How the Kalispell School District hopes to make its case for a Technology levy

Apr 16, 2014

Flathead High School Library Media Specialist Murry Graham has been using funds from his media budget to buy computers, Kalispell's high school have been operating without a technology budget since 2010.
Credit Katrin Frye

The Kalispell School District is trying a little different approach as it asks voters to approve a $1.2-million Technology Levy.

It’s asking voters for a 10-year Technology Levy for both the high school and elementary school districts. Each request is $600,000 per year, over the ten year period.

A 2010 building reserve and technology levy failed to pass for the high school district, it passed for the elementary schools.

Kalispell tried again, and failed in 20-12.

Information Technology Director for District Five Richard Lawrence said this is the first time the District is trying to pass a technology-only levy. He said they’re asking voters to approve the request because the need is great.

“Not only statewide, but nationwide; in the last seven years, there’s been a 40-percent increase in curriculum that’s delivered through technology means. And, since it’s been in the last seven years, a lot of this older equipment- because of the new browsers and that type of thing that’s needed to deliver this new curriculum, we’re struggling with older equipment,” Lawrence said.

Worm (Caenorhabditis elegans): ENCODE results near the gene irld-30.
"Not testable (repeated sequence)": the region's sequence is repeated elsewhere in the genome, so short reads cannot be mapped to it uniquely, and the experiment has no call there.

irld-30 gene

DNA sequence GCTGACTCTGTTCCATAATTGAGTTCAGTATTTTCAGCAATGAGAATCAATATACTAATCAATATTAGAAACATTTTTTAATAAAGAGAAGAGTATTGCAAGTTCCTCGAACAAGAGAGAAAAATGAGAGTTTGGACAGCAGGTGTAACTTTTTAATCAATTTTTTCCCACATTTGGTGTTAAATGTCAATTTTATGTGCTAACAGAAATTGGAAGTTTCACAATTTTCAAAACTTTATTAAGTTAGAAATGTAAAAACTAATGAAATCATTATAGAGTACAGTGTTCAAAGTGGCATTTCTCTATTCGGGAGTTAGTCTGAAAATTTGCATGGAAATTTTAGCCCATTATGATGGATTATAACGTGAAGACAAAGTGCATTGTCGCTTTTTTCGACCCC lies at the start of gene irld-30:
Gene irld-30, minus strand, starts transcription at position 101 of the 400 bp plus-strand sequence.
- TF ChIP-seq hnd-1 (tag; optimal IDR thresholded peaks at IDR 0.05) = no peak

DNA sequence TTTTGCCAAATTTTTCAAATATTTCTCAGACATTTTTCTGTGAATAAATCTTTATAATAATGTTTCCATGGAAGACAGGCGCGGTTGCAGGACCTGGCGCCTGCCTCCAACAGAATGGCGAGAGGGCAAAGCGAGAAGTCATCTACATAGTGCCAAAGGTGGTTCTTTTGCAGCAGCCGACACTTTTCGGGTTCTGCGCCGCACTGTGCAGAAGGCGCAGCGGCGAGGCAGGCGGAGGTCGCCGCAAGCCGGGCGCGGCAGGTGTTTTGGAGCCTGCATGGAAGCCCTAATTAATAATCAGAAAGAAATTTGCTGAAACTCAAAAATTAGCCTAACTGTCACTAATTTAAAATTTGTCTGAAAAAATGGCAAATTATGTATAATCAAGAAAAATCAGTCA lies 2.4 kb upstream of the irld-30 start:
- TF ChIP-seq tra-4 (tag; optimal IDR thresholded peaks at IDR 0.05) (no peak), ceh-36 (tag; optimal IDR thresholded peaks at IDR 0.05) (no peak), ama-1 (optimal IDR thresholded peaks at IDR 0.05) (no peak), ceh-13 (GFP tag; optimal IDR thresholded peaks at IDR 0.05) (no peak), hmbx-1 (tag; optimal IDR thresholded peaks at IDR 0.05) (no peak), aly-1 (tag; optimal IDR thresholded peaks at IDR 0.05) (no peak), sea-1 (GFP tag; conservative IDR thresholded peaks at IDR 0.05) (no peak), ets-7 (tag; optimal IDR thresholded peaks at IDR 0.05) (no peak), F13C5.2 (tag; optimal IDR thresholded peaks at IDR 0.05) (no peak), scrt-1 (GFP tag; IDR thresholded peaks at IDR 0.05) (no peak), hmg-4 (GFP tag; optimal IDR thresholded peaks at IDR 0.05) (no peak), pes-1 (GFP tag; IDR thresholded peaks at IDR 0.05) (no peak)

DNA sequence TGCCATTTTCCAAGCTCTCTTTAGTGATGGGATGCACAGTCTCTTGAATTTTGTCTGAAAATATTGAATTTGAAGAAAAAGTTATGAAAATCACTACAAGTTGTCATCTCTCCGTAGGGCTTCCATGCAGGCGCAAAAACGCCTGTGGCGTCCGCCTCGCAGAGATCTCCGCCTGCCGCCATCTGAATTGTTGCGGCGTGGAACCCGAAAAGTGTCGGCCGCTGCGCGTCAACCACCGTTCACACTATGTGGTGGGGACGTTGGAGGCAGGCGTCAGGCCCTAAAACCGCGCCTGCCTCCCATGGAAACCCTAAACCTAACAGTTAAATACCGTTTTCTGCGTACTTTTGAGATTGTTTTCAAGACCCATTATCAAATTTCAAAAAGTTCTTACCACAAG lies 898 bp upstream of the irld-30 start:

Last year Kalispell Schools built new classrooms to address overcrowding at the elementary level after voters approved a building reserve levy. Outreach Coordinator Mike Kofford for the school district says this technology levy follows a similar style of making a very specific request of voters.

Opening lines of communication with the public is part of the District’s approach. This evening it’s hosting a community forum where teachers will show how technology is being used at school, as well as breaking down what the 10-year-tech plan looks like.

“Technology is advancing and changing so rapidly you have to have a long term plan in place to keep cutting edge and relevant. And I think that’s the difference, and I think there’s a big difference between, say, doing some site repairs, and planning to have a relevant education for a student next year, plus ten years in the future,” Kofford said.

Ballots get sent out April 21st, due back by May 6th. If passed, a Kalispell resident with a house assessed at a value of $200,000 would pay about $42 -per-year, or $3.50-per-month.

More information about the Technology Levy is available through the District 5 website.